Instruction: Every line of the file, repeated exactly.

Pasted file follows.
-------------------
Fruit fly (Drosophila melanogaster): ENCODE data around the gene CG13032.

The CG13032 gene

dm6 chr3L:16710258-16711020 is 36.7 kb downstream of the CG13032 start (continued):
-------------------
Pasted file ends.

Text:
Fruit fly (Drosophila melanogaster): ENCODE data around the gene CG13032.

The CG13032 gene

dm6 chr3L:16710258-16711020 is 36.7 kb downstream of the CG13032 start (continued):